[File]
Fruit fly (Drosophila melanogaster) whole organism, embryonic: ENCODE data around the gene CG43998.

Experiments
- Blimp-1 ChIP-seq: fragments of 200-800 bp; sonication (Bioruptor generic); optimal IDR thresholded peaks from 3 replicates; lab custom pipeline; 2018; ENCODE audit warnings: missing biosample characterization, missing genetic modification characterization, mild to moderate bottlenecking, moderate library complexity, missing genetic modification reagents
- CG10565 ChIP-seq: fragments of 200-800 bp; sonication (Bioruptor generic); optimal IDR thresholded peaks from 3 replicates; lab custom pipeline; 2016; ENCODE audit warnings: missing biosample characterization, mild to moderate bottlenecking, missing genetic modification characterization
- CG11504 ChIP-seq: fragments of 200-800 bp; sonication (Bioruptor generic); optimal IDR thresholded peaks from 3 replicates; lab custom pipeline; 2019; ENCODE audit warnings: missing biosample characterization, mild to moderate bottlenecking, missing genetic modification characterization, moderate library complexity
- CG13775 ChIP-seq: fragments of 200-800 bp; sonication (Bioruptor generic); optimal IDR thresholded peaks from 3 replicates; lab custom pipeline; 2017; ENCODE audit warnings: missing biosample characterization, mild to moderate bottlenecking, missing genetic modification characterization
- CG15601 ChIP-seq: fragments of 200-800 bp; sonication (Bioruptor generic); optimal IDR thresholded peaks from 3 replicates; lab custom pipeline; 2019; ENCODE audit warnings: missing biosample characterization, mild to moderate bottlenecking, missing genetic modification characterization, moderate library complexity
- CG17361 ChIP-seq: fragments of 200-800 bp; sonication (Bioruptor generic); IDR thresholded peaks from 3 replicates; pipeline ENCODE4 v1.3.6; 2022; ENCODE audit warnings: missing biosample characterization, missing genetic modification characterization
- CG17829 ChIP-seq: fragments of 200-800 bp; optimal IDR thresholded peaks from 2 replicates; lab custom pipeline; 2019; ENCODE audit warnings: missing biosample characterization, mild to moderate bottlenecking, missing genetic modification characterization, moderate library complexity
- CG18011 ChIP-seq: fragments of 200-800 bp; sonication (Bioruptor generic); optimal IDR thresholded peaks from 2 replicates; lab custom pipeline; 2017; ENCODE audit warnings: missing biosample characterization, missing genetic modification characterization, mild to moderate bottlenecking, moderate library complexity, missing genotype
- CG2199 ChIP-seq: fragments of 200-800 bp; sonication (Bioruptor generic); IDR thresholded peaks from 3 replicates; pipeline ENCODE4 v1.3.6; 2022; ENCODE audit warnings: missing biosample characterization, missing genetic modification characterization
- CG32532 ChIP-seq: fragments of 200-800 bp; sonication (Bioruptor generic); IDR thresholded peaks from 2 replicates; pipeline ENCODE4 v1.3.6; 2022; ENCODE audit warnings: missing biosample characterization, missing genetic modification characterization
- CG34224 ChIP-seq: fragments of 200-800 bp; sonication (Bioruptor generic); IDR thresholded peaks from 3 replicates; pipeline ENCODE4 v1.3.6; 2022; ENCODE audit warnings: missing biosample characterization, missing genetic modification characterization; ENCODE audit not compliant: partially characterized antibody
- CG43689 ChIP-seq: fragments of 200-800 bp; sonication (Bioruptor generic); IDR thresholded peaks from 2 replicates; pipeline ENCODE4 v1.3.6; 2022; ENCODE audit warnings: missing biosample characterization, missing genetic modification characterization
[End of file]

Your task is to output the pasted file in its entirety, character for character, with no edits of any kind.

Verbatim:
Fruit fly (Drosophila melanogaster) whole organism, embryonic: ENCODE data around the gene CG43998.

Experiments
- Blimp-1 ChIP-seq: fragments of 200-800 bp; sonication (Bioruptor generic); optimal IDR thresholded peaks from 3 replicates; lab custom pipeline; 2018; ENCODE audit warnings: missing biosample characterization, missing genetic modification characterization, mild to moderate bottlenecking, moderate library complexity, missing genetic modification reagents
- CG10565 ChIP-seq: fragments of 200-800 bp; sonication (Bioruptor generic); optimal IDR thresholded peaks from 3 replicates; lab custom pipeline; 2016; ENCODE audit warnings: missing biosample characterization, mild to moderate bottlenecking, missing genetic modification characterization
- CG11504 ChIP-seq: fragments of 200-800 bp; sonication (Bioruptor generic); optimal IDR thresholded peaks from 3 replicates; lab custom pipeline; 2019; ENCODE audit warnings: missing biosample characterization, mild to moderate bottlenecking, missing genetic modification characterization, moderate library complexity
- CG13775 ChIP-seq: fragments of 200-800 bp; sonication (Bioruptor generic); optimal IDR thresholded peaks from 3 replicates; lab custom pipeline; 2017; ENCODE audit warnings: missing biosample characterization, mild to moderate bottlenecking, missing genetic modification characterization
- CG15601 ChIP-seq: fragments of 200-800 bp; sonication (Bioruptor generic); optimal IDR thresholded peaks from 3 replicates; lab custom pipeline; 2019; ENCODE audit warnings: missing biosample characterization, mild to moderate bottlenecking, missing genetic modification characterization, moderate library complexity
- CG17361 ChIP-seq: fragments of 200-800 bp; sonication (Bioruptor generic); IDR thresholded peaks from 3 replicates; pipeline ENCODE4 v1.3.6; 2022; ENCODE audit warnings: missing biosample characterization, missing genetic modification characterization
- CG17829 ChIP-seq: fragments of 200-800 bp; optimal IDR thresholded peaks from 2 replicates; lab custom pipeline; 2019; ENCODE audit warnings: missing biosample characterization, mild to moderate bottlenecking, missing genetic modification characterization, moderate library complexity
- CG18011 ChIP-seq: fragments of 200-800 bp; sonication (Bioruptor generic); optimal IDR thresholded peaks from 2 replicates; lab custom pipeline; 2017; ENCODE audit warnings: missing biosample characterization, missing genetic modification characterization, mild to moderate bottlenecking, moderate library complexity, missing genotype
- CG2199 ChIP-seq: fragments of 200-800 bp; sonication (Bioruptor generic); IDR thresholded peaks from 3 replicates; pipeline ENCODE4 v1.3.6; 2022; ENCODE audit warnings: missing biosample characterization, missing genetic modification characterization
- CG32532 ChIP-seq: fragments of 200-800 bp; sonication (Bioruptor generic); IDR thresholded peaks from 2 replicates; pipeline ENCODE4 v1.3.6; 2022; ENCODE audit warnings: missing biosample characterization, missing genetic modification characterization
- CG34224 ChIP-seq: fragments of 200-800 bp; sonication (Bioruptor generic); IDR thresholded peaks from 3 replicates; pipeline ENCODE4 v1.3.6; 2022; ENCODE audit warnings: missing biosample characterization, missing genetic modification characterization; ENCODE audit not compliant: partially characterized antibody
- CG43689 ChIP-seq: fragments of 200-800 bp; sonication (Bioruptor generic); IDR thresholded peaks from 2 replicates; pipeline ENCODE4 v1.3.6; 2022; ENCODE audit warnings: missing biosample characterization, missing genetic modification characterization